Entertainment Celebrity
  • Facebook
    Facebook
  • Twitter
    Twitter
  • Pinterest
    Pinterest
  • +
  • Linkedin
    Linkedin
  • WhatsApp
    WhatsApp
  • Email
    Email
SHARE THIS
  • Facebook
    Facebook
  • Twitter
    Twitter
  • Pinterest
    Pinterest
  • Linkedin
    Linkedin
  • WhatsApp
    WhatsApp
  • Email
    Email

With every royal wedding it seems like we learn more about the traditions that come with being a member of the British monarchy. With Meghan and Prince Harry, we learned that their titles won’t be passed to daughters, tiaras can’t be worn until marriage, and brides aren’t supposed to give speeches at their weddings. Thanks to a new interview with royal expert Marlene Koenig, we’ve also learned that the Queen technically has custody of Will and Kate’s three children and Harry and Meghan’s future kids.

So, a little more serious than tiaras, unless you really like tiaras.

Speaking to The Sun, Koenig said, “the sovereign has legal custody of the minor grandchildren,” meaning Queen Elizabeth technically has custody of George, Charlotte, Louis, and Harry and Meghan’s future children while they’re underage. Well, at least there’s no concern about the Markle family fighting for custody.

According to Koenig, the law dates back to 1717 and was put into place by King George I because of his poor relationship with his own son. It makes sense. The world was a death trap in 1717 and King George I wanted to make sure his grandchildren were looked after should his son die before him.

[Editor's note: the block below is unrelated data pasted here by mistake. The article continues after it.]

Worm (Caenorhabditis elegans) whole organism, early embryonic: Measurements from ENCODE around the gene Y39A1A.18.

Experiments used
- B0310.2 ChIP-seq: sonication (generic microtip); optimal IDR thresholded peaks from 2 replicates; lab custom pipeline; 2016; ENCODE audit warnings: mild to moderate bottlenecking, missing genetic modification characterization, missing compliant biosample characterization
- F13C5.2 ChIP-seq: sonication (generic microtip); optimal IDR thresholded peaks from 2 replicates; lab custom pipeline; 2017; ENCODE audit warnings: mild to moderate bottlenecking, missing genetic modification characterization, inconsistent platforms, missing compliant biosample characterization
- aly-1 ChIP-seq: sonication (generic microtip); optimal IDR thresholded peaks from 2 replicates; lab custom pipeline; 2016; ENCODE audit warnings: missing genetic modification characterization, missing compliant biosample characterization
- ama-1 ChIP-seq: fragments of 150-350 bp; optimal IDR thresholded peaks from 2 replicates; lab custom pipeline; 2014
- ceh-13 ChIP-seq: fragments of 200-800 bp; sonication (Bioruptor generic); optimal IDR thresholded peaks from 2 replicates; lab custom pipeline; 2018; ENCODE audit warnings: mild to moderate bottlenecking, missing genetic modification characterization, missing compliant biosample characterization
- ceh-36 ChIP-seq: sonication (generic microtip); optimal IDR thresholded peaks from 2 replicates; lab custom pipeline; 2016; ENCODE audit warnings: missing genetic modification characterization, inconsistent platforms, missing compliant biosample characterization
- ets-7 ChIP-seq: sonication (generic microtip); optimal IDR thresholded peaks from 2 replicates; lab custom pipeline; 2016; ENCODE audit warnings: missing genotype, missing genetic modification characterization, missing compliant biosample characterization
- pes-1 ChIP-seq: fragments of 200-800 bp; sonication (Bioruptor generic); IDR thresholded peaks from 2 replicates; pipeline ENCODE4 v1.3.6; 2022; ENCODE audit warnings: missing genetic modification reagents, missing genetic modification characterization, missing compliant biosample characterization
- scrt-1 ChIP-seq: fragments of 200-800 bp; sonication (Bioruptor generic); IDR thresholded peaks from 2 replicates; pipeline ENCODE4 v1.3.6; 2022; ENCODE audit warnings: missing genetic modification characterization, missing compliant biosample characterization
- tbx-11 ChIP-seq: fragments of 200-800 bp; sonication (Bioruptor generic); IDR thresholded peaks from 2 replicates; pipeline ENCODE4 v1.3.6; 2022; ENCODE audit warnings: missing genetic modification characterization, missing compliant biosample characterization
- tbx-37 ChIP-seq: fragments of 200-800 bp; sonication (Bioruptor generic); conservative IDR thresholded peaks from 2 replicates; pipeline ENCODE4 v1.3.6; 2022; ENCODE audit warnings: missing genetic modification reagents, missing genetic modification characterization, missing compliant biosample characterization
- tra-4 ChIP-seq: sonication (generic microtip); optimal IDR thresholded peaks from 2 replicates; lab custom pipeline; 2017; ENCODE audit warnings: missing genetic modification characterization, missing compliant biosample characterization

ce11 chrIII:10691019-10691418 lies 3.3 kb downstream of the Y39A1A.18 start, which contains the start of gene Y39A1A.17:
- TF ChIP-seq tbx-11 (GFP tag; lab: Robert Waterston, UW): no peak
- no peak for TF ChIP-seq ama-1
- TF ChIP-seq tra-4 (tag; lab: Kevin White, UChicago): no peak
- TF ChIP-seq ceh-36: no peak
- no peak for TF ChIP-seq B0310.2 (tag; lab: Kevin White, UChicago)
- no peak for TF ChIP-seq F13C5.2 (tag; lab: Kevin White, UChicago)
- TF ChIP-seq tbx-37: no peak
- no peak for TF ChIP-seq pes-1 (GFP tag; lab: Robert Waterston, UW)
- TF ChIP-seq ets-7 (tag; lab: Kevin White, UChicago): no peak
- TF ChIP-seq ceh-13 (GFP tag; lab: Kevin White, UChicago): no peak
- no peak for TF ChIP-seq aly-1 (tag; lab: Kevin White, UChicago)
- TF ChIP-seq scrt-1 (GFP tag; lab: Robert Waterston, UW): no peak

The law also states that “right of supervision extended to his grandchildren and this right of right belongs to His Majesty, King of the Realm, even during their father’s lifetime,” which means that when Queen Elizabeth dies, the custody of the royal children is passed to the new ruler, their grandfather Prince Charles.

Koenig explained that the law is still having an impact on how royal children are raised, with Prince Charles and the late Princess Diana often asking the Queen for permission when traveling with William and Harry, something Kate and William have also done with their children.

Three hundred years later, the law is technically still in place, but we don’t know that 92-year-old Queen Elizabeth would actually implement it should something happen to her grandchildren. They’re a bit more work than Corgis and she doesn’t even have any of those anymore. Plus, the Queen still has an entire empire to look after, but you know, it pretty much runs itself at this point.